Investigating a strange electrical anomaly, geologists have discovered an enormous water reservoir beneath the now-dormant Uturunco volcano in the Bolivian Andes. It’s a remarkable find that speaks to the vast amounts of water stored in Earth’s deep interior, possibly since our planet was formed. Read More >>

environment
The West Antarctic Ice Sheet Is Wasting Away Very Quickly

On an forbidding shoreline at the bottom of the world, the prodigious ice sheets of West Antarctica dead-end in the Amundsen sea. For decades, scientists have been monitoring this interface of rock, ice and ocean, in order to understand how quickly it’ll retreat as the planet warms up. A new study shows that three of the Amundsen sea’s frozen gateways are melting away faster than we realised, raising the spectre of an ice sheet collapse that could trigger several feet of global sea level rise. Read More >>

science
Our Atmosphere Is Leaking Oxygen and Scientists Don’t Know Why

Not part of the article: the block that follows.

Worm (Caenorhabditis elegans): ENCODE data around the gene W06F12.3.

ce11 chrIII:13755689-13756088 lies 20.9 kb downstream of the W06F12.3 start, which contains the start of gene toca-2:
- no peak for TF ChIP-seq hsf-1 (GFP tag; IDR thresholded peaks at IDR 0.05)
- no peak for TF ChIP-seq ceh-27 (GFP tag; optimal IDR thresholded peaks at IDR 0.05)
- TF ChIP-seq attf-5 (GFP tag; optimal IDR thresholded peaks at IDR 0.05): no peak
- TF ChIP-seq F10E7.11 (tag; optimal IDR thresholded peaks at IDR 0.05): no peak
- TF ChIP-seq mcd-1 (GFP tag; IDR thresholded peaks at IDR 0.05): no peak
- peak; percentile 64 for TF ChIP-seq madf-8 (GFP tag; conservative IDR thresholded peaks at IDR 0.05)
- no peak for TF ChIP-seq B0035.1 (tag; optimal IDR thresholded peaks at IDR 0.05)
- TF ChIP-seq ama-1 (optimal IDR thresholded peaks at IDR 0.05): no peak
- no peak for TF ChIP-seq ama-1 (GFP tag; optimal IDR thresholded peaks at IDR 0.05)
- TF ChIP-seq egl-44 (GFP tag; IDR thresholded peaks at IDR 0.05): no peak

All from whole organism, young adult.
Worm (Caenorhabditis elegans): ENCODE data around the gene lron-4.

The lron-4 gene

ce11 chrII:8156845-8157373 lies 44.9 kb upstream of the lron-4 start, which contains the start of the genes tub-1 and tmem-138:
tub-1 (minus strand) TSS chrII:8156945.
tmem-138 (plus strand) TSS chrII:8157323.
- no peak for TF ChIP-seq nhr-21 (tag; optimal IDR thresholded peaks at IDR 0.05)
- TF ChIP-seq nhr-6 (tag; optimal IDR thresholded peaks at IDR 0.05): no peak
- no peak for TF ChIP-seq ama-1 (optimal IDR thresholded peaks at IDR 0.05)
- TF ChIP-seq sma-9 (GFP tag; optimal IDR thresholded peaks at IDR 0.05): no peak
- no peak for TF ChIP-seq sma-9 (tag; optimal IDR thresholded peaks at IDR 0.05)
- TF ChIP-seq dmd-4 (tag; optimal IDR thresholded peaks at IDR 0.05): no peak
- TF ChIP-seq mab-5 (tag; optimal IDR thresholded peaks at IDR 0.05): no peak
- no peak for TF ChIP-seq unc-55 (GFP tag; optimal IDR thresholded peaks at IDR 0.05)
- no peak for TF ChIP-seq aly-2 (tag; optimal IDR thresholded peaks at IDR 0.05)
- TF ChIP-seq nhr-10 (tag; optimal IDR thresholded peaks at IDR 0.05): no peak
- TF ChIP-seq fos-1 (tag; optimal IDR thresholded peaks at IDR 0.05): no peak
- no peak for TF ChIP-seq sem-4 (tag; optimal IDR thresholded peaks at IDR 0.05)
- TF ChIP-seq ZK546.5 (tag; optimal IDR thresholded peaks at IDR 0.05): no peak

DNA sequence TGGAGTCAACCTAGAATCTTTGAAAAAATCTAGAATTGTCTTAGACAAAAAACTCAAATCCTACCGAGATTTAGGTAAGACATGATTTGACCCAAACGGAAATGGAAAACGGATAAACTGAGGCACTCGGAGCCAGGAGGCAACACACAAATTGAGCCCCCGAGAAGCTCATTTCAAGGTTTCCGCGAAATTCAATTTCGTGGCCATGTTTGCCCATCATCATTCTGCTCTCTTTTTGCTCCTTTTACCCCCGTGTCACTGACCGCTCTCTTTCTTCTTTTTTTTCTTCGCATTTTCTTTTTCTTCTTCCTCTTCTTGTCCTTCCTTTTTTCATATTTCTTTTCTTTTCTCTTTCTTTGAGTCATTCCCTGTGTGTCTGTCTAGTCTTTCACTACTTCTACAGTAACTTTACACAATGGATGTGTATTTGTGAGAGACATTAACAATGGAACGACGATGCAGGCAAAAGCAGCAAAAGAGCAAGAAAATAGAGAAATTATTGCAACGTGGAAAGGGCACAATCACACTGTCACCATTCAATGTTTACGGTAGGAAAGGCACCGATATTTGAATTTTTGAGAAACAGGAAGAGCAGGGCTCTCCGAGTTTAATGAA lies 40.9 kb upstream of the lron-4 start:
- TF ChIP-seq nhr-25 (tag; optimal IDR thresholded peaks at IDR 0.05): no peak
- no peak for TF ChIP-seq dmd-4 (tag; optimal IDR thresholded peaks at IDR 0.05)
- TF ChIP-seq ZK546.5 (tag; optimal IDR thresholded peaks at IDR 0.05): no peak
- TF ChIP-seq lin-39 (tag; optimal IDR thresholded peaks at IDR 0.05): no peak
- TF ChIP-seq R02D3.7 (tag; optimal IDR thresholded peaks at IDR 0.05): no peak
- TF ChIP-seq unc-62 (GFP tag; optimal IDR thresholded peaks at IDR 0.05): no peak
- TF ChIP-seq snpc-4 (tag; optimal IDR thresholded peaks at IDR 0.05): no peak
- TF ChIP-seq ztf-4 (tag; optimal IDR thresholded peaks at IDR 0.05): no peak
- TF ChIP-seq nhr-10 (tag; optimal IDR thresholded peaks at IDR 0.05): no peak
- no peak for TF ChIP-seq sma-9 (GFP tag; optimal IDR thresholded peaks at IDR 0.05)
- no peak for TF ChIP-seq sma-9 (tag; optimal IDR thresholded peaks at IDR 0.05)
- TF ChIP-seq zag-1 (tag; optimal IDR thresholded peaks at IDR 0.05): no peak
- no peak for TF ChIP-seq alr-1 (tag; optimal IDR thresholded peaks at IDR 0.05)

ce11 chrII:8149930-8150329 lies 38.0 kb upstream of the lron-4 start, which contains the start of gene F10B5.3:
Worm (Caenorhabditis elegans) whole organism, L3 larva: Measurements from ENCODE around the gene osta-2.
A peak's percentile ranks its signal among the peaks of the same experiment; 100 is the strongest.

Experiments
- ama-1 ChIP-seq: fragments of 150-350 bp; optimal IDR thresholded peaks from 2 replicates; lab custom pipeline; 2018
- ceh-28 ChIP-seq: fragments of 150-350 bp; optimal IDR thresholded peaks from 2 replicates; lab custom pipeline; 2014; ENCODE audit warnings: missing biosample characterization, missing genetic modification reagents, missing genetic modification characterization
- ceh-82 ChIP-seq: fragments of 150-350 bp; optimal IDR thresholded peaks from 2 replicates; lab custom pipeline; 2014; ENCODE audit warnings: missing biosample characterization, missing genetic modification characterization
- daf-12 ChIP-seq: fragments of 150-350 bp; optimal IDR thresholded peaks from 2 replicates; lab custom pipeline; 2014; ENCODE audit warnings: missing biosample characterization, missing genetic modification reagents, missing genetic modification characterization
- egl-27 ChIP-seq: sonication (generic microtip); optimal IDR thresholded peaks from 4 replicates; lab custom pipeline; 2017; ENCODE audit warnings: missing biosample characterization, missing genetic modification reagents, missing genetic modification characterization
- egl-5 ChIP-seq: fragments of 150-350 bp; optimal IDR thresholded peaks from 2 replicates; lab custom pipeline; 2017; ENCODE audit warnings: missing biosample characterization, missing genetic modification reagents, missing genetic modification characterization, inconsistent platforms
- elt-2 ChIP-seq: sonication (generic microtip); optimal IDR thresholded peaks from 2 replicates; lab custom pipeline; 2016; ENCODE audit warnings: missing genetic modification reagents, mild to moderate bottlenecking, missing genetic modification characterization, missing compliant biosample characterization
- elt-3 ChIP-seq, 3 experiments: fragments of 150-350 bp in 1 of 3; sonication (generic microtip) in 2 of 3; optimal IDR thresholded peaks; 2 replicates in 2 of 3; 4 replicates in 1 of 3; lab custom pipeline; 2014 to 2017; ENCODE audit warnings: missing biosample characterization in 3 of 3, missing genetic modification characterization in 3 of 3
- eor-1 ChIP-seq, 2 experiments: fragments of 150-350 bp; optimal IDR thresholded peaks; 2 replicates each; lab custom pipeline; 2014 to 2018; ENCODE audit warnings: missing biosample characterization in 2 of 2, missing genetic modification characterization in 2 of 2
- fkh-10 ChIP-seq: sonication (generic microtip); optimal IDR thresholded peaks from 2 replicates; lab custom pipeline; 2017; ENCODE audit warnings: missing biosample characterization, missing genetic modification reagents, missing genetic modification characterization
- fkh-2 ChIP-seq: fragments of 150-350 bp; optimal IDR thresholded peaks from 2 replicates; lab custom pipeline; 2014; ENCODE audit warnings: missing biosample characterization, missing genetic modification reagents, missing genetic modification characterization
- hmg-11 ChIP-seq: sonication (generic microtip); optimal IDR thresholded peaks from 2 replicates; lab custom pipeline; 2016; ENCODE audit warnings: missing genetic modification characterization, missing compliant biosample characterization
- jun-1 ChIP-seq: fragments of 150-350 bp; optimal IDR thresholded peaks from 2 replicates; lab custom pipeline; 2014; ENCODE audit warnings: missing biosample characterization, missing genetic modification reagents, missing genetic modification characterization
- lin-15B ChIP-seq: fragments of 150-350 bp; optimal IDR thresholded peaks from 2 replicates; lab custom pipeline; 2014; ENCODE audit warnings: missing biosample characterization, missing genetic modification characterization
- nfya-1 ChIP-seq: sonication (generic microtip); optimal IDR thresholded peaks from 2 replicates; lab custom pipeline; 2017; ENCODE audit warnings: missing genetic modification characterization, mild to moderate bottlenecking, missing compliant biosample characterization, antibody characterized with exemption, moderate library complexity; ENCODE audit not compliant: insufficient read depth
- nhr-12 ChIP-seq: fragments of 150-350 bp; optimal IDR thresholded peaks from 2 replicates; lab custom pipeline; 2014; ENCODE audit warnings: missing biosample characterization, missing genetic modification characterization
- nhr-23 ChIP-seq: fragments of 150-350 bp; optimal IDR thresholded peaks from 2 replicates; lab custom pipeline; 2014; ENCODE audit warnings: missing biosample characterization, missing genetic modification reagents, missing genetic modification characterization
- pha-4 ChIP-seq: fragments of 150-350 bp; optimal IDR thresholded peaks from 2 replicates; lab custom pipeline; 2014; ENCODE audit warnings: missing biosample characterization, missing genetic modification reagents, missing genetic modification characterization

It’s nothing to lose sleep over—really, I promise—but Earth’s atmosphere is leaking oxygen. Atmospheric oxygen levels have dropped by 0.7 per cent over the past 800,000 years, and while scientists aren’t sure why, they’re rather excited about it. Read More >>

environment
Dramatic Visualisations Show Just How Quickly the Arctic Is Melting

On September 10th, the Arctic hit its annual summertime ice minimum. According to the National Snow and Ice Data Center, it was the second lowest summertime low since satellite record-keeping began. And as a series of new visualisations show, this trend is not going anywhere. Read More >>

environment
A Volcanic Eruption Hid a Critical Climate Signal for Twenty Years

As our planet heats up, the pace of sea level rise is expected to quicken, making it harder for cities like Miami to stay above water. But since 1992, scientists have studied Earth’s mean sea level via satellites, and they’ve watched it rise at a steady 3 millimetres per year—no evidence for acceleration. Read More >>